On Thursday, he announced that he is recommending the banning of all public gatherings of more than 250 people. The decision falls in line with what other municipalities around the country have adopted.
Later in the day, Bergen County school officials said that after 3 p.m. on Friday, their schools would be closed for the next two weeks. Hoboken Public School District and the Hoboken Charter Schools announced similar plans to close Monday, also for two weeks.
"Today, based on guidance we have received from the Commissioner of Health, we are recommending the cancellation of all public gatherings throughout New Jersey of more than 250 individuals, including concerts, sporting events, and parades," Murphy said. "These measures are being taken as part of our coordinated response to the continued outbreak and to aggressively mitigate the spread of the virus. Additionally, for all events, we recommend that everyone practice commonsense hygiene, like washing hands routinely, staying home if you do not feel well, and keeping a six-foot distance from others."
So far in New Jersey, one person has died and there have been 29 presumptive positive tests for the virus, Lt. Gov. Sheila Oliver confirmed at an afternoon media briefing. Also on Thursday, the state launched a coronavirus tracker that will allow residents to track the number of cases by county.
"Our frontline efforts right now must be to aggressively mitigate the potential for exposure and further spread. We are taking this step because social distancing works. It is our best chance to 'flatten the curve' and mitigate the chance of rapid spread, so we can respond to this public health emergency in an even more focused manner," Murphy said of the large gathering directive.
CORONAVIRUS: CDC Latest | NY Health Dept. | NYC Health Dept. | NY Hotline: 1-888-364-3065 | NJ Health Dept. | NJ Hotline: 1-800-222-1222 | NJ Coronavirus Tracker | CT Hotline: 211
Department of Health Commissioner Judith Perischilli said the state has started assigning risk assessments to each county. To date, Bergen County has the most presumptive positive cases with 13. As a result, it now carries a moderate risk.
The next highest is Monmouth County with five. It carries an above minimal risk. Burlington and Middlesex counties have two cases, each carrying none to minimal risk.
CONFIRMED CORONAVIRUS CASES IN NEW JERSEY: 23
- Bergen County: 13
- Burlington County: 2
- Camden County: 1
- Essex County: 1
- Hudson County: 1
- Middlesex County: 1
- Monmouth County: 5
- Morris County: 1
- Passiac County: 1
- Somerset County: 1
- Union County: 1
MORE: New York Confirmed Cases
"The reason for risk categories is to show we still think in New Jersey the risk is low," Perischilli said, adding later, "We certainly will get through this, but we have to work together. The public has a large part to play in this."
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Persichilli was pressed by reporters on why the state is only recommending people don't attend large gatherings when many think it should be mandated.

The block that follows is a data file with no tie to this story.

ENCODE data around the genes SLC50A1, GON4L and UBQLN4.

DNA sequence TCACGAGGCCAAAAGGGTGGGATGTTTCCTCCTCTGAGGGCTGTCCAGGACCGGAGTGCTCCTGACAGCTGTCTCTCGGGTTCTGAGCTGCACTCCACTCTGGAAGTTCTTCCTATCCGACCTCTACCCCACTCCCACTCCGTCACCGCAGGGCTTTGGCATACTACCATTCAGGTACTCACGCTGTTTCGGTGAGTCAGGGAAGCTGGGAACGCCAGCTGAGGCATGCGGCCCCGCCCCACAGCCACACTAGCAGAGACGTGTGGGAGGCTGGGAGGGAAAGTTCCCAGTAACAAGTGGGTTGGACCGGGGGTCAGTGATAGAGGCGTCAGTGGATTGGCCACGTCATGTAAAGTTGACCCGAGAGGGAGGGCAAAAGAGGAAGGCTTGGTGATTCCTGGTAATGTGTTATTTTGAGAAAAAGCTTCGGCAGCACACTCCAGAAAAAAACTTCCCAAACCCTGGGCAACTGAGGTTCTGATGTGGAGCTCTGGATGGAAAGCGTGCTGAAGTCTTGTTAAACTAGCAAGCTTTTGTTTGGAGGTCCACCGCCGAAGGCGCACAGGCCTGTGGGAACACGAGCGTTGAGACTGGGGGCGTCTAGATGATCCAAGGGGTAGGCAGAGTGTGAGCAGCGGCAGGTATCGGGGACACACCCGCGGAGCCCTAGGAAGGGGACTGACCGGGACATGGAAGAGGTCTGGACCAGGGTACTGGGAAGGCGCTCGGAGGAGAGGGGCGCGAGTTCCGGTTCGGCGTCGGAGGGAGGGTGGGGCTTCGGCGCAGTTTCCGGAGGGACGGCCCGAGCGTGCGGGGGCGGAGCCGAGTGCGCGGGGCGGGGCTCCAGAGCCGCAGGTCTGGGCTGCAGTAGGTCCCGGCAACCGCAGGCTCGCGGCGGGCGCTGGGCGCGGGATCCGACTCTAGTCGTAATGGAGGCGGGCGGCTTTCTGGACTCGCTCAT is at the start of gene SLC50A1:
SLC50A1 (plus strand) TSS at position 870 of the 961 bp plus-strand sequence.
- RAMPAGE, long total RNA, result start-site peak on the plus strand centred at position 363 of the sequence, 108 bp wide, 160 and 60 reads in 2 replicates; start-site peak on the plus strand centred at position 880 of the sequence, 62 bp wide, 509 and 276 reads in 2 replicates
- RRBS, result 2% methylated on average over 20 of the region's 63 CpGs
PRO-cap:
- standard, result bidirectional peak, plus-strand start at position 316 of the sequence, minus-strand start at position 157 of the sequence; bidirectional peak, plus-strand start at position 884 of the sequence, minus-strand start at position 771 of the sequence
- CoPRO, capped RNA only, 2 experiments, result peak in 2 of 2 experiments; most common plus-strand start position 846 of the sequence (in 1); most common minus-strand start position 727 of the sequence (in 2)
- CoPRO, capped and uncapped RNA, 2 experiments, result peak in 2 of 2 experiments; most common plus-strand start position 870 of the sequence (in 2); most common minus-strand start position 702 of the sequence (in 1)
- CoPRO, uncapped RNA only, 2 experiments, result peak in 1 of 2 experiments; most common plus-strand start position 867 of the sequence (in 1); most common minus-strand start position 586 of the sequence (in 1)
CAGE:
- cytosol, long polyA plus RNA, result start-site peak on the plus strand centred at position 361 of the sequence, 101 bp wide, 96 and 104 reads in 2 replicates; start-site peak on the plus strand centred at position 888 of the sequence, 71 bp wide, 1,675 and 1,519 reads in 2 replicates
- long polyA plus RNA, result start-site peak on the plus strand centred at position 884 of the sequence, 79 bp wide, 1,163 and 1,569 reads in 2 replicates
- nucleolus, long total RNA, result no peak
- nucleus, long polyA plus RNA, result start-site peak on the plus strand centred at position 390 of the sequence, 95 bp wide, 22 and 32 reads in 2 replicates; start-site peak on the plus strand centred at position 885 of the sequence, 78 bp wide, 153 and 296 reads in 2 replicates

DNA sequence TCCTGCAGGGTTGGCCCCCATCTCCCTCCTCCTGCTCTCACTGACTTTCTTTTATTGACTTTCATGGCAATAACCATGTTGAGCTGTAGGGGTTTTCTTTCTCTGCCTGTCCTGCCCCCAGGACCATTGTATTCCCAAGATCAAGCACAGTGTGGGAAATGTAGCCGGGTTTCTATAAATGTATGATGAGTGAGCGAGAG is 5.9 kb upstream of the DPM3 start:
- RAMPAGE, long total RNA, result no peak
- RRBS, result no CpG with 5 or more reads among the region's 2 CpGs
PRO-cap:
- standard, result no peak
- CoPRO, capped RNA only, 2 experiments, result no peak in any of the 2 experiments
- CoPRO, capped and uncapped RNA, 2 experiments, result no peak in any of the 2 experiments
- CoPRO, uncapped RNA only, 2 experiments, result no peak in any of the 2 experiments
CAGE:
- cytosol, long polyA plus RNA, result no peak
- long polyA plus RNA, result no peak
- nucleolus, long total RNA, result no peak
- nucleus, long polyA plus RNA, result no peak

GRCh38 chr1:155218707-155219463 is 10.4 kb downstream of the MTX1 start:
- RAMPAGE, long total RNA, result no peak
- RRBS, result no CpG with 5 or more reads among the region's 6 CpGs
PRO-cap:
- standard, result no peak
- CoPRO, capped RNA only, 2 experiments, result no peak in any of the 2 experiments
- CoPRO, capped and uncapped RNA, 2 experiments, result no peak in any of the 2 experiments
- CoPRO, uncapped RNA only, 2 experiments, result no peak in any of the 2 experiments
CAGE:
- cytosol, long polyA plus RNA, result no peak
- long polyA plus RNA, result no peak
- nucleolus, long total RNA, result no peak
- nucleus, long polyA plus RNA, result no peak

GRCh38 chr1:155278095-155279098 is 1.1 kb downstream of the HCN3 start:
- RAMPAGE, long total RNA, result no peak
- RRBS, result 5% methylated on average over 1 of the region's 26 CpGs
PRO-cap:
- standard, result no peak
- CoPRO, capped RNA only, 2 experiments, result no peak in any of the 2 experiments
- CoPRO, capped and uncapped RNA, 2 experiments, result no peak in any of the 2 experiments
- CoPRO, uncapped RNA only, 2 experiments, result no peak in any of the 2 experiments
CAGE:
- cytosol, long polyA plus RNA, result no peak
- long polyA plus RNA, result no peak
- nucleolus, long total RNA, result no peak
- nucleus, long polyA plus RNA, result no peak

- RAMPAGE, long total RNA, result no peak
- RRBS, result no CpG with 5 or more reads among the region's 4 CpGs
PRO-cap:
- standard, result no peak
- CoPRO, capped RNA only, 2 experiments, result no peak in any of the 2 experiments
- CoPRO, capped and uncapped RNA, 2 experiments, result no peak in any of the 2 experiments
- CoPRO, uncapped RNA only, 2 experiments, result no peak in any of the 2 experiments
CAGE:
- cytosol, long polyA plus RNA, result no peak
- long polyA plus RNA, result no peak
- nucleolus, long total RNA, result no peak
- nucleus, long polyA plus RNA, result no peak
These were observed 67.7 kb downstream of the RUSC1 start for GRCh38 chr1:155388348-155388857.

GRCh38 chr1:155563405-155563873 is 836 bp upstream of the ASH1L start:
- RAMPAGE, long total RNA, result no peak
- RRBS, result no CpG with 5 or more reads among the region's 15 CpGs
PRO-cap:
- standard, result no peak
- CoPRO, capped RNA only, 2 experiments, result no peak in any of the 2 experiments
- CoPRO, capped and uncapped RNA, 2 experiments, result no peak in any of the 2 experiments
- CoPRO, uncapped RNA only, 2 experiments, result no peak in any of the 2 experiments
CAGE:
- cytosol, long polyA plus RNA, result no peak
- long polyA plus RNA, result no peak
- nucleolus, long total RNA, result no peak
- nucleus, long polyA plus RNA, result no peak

"It's a great question. The first part of it is, we are recommending that people, that they cancel any gathering over 250, recommending people not go," Persichilli said. "The bottom line is, and the question came up, what if it's a wedding? ... What if it's a private event? Part of the personal responsibility of those people is to consider the impact of having 250 people in a contained space for a period of time. I think that we are allowing a little bit of leverage for that, a little bit of leverage for religious events. But we are really asking people to make their own decision."
When pushed further on the issue, Persichilli said, "I think we are as close to mandating it as we felt necessary at this time."
"I think that the administration and particularly Commissioner Persichilli has effectively communicated out to all stakeholders in the New Jersey family. What is happening is many of those that run large venues, just as people are self-quarantining, many of the sponsors of the events are making the choice to postpone their events," Lt. Gov. Oliver added.
For most people, the new coronavirus causes only mild or moderate symptoms, such as fever and cough. For some, especially older adults and people with existing health problems, it can cause more severe illness, including pneumonia.
The vast majority of people recover from the new virus. According to the World Health Organization, people with mild illness recover in about two weeks, while those with more severe illness may take three to six weeks to recover.
The governor's plan comes not long after a horse racing track announced it is temporarily stopping operations because a person who was there on Saturday has been in contact with someone who tested positive for the COVID-19 virus.
Freehold Raceway said the person who attended the track had not tested positive for the virus. Track officials said that live racing scheduled for this week and next would be canceled, and it's not clear when it might resume.
(© Copyright 2020 CBS Broadcasting Inc. All Rights Reserved. The Associated Press contributed to this report.)
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